Well, my explanation was not complete, because I wanted to make sure
I was talking about the right thing. :-)

One important thing I failed to mention is that caching applies to
responses to GET and HEAD requests. If the response you showed us was
a reply to a POST, it is not going to be cached.

As far as the 304 responses are concerned, this depends in part on
the Web browser. For example, if the browser sends a conditional GET
request with an If-Modified-Since header (it has a date as a value),
the Web server will make a decision. If the resource being requested
has in fact been modified since the specified date, the entire
resource is returned in a 200 OK response. If it has remained
unchanged, a 304 Not Modified response is sent with no content,
saving bandwidth.

If you would like a good example to compare responses with, request
an image from your Web server and notice the HTTP headers used. If
you take a page such as Google as an example, your browser requests
http://www.google/com first, receives the HTML from that, then
notices the embedded image and requests
http://www.google.com/images/logo.gif in a separate request. If you
are like me and visit Google all the time, your browser has this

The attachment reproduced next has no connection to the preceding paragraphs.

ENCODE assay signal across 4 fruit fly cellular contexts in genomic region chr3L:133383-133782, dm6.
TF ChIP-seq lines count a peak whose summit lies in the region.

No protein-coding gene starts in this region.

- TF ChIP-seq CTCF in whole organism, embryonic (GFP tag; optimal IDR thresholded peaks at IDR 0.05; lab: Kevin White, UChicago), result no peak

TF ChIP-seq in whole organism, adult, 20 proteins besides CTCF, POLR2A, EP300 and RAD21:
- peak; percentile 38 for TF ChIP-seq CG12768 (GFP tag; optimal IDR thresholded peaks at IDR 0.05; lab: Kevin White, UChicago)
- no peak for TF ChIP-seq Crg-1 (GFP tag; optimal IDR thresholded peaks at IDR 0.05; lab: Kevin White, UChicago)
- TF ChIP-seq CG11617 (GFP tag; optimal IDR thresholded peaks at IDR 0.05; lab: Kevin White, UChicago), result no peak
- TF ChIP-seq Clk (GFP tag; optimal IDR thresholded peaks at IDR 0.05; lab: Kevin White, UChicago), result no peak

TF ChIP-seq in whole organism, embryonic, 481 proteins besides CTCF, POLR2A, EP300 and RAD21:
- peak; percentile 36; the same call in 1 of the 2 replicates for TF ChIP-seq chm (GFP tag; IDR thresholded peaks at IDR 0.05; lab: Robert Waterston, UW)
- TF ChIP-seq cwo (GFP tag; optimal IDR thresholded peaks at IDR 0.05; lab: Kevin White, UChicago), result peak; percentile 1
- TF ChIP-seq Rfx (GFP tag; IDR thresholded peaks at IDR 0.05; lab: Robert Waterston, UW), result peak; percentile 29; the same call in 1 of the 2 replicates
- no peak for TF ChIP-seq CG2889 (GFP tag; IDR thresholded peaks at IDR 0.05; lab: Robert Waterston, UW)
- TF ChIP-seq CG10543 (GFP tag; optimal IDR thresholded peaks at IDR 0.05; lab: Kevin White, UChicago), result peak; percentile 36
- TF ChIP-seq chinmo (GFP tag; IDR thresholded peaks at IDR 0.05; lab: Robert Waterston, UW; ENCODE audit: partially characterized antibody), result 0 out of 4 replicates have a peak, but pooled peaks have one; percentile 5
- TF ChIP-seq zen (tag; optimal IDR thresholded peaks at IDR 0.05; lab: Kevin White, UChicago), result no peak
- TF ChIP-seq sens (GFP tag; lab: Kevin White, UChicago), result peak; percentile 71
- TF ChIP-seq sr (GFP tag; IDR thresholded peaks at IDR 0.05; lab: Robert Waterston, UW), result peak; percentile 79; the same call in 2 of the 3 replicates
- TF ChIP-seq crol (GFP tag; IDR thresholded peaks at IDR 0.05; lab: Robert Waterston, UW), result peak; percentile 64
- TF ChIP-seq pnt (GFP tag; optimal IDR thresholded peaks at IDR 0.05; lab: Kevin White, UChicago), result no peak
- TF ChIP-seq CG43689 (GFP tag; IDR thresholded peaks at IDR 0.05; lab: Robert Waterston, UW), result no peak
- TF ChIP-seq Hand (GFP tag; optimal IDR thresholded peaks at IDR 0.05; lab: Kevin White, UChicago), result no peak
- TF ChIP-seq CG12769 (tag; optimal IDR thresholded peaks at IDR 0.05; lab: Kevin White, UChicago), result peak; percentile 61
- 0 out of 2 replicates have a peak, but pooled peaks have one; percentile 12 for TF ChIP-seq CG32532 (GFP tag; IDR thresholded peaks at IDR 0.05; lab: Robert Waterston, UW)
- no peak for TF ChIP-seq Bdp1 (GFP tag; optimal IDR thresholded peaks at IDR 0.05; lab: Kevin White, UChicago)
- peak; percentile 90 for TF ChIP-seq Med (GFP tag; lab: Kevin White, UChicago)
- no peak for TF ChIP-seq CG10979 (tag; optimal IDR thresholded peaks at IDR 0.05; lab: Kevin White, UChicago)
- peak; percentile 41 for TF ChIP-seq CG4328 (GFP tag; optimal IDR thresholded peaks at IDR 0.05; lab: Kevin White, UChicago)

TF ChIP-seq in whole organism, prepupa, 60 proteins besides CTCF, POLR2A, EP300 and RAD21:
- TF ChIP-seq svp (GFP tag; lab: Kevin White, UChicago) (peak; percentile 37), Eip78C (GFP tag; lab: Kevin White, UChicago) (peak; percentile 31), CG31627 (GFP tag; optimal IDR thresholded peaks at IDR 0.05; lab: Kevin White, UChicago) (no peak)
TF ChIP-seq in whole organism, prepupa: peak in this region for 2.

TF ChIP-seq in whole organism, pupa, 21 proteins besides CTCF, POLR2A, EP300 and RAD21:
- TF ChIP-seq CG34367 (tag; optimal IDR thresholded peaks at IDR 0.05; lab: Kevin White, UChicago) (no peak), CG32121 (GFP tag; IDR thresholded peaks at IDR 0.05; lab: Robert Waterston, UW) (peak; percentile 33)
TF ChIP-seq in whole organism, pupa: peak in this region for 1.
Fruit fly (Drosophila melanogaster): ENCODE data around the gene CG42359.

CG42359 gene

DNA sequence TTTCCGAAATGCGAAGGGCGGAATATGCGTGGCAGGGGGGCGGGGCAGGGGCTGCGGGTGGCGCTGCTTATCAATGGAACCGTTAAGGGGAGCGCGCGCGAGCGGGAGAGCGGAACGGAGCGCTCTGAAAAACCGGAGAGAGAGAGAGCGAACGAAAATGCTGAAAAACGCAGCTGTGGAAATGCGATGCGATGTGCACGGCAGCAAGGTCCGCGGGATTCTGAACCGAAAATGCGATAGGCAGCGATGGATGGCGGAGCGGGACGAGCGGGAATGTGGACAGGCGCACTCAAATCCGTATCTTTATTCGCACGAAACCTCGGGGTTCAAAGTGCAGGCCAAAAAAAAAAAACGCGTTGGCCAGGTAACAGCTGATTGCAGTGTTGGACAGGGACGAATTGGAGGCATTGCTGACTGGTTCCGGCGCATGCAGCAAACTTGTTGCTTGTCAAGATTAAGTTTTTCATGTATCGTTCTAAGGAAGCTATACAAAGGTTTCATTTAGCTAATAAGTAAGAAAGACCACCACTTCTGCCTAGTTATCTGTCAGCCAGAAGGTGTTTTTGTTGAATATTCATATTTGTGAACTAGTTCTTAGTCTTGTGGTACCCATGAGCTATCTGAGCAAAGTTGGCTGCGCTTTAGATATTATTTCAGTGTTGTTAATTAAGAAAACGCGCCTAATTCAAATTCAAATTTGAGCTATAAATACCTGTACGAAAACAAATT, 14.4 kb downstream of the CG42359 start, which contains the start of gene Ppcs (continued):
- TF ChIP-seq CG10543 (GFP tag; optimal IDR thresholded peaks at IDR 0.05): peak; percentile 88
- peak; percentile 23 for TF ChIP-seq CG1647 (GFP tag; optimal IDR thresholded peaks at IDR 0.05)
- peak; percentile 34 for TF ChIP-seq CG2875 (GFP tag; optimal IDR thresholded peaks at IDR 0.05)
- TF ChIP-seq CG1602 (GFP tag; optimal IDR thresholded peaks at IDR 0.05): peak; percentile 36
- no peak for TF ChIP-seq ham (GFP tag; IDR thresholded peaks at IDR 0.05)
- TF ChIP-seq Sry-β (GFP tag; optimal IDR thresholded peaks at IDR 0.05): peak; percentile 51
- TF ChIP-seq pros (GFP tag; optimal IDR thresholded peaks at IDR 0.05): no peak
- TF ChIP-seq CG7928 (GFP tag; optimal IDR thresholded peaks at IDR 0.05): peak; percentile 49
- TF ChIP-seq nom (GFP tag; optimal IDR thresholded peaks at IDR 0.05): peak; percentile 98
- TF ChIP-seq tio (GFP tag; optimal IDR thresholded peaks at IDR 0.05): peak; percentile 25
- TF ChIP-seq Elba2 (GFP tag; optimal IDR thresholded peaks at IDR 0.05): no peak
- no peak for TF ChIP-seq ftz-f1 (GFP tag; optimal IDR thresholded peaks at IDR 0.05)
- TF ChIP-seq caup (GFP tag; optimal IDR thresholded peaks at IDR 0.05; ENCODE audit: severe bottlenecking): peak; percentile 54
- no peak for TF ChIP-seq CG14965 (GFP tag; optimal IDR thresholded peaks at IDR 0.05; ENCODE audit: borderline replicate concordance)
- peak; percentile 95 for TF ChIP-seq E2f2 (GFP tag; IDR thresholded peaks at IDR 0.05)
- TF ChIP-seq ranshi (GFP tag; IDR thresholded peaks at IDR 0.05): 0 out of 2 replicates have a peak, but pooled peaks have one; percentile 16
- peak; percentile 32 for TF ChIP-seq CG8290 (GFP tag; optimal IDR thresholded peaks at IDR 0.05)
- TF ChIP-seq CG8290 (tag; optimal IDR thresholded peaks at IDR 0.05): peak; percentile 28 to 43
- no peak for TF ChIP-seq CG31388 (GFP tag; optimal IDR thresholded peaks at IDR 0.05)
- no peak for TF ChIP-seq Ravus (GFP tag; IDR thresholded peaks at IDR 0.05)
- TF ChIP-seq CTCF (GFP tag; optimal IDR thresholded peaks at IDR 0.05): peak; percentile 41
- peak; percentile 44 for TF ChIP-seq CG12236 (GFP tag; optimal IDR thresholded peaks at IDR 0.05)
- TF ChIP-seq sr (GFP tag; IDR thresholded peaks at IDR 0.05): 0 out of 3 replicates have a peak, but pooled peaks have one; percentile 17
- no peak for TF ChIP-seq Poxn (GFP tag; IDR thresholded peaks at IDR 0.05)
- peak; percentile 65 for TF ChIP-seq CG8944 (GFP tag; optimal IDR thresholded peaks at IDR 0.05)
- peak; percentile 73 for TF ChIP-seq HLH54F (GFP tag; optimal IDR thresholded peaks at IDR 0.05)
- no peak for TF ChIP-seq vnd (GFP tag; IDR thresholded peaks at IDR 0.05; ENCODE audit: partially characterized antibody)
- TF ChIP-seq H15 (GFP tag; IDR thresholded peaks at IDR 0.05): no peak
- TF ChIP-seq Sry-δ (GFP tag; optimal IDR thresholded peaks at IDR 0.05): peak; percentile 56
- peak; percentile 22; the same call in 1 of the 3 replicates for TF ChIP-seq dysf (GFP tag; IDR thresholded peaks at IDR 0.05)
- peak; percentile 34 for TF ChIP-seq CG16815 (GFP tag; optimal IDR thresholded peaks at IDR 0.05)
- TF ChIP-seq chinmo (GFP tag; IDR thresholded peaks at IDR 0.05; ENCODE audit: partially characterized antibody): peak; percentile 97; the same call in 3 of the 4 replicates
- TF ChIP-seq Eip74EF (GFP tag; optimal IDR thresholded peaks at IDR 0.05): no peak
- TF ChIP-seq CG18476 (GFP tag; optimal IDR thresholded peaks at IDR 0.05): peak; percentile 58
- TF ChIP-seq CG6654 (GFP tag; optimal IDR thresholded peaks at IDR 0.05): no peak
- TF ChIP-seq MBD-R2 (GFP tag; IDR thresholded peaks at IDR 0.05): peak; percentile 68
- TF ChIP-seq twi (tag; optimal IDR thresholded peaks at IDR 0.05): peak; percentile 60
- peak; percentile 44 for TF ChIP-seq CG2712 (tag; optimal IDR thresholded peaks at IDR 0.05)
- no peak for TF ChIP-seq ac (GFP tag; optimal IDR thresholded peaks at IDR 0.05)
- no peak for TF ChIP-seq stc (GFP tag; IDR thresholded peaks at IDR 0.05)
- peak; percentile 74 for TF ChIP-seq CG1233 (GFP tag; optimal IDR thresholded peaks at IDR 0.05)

image saved and rarely (usually only on holidays) gets anything but a
304 response from Google.

So, for pages you make available via GET requests that you want to be
cachable in the same way as Google's logo, you can start by mimicking
what they do. Here is an example of the HTTP transactions required to
see http://www.google.com/ (HTML and some headers edited for

GET / HTTP/1.1
Host: www.google.com
User-Agent: Mozilla/5.0 (...) 
Accept: text/xml, ...
Accept-Language: en-us, en;q=0.50
Accept-Charset: ISO-8859-1, utf-8;q=0.66, *;q=0.66
Keep-Alive: 300
Cache-Control: max-age=0
HTTP/1.1 200 OK
Content-Length: 9390
Server: GWS/2.0
Date: Fri, 22 Nov 2002 20:31:18 GMT
Content-Type: text/html
Cache-control: private

GET /images/logo.gif HTTP/1.1
Host: www.google.com
User-Agent: Mozilla/5.0 (...)
Accept-Language: en-us, en;q=0.50
Accept-Charset: ISO-8859-1, utf-8;q=0.66, *;q=0.66
Keep-Alive: 300
Accept: video/x-mng, ...
Referer: http://www.google.com/
If-Modified-Since: Mon, 21 Oct 2002 02:32:25 GMT
Cache-Control: max-age=0
HTTP/1.1 304 Not Modified
Content-Length: 0
Server: GWS/2.0
Content-Type: text/html
Date: Fri, 22 Nov 2002 20:31:19 GMT

Hopefully that provides a little more information to get you going.


--- Luanna Silva <[EMAIL PROTECTED]> wrote:

> For the moment, i want to cache the HTTP Response. So, if iīm
> correct, the header that i sent to the list should do the job. 

> I thought that, if the responses were cached, the access.log file
> would have 304 codes on the responses for php scripts. Is that
> correct? Well, if it is, thatīs not happening.

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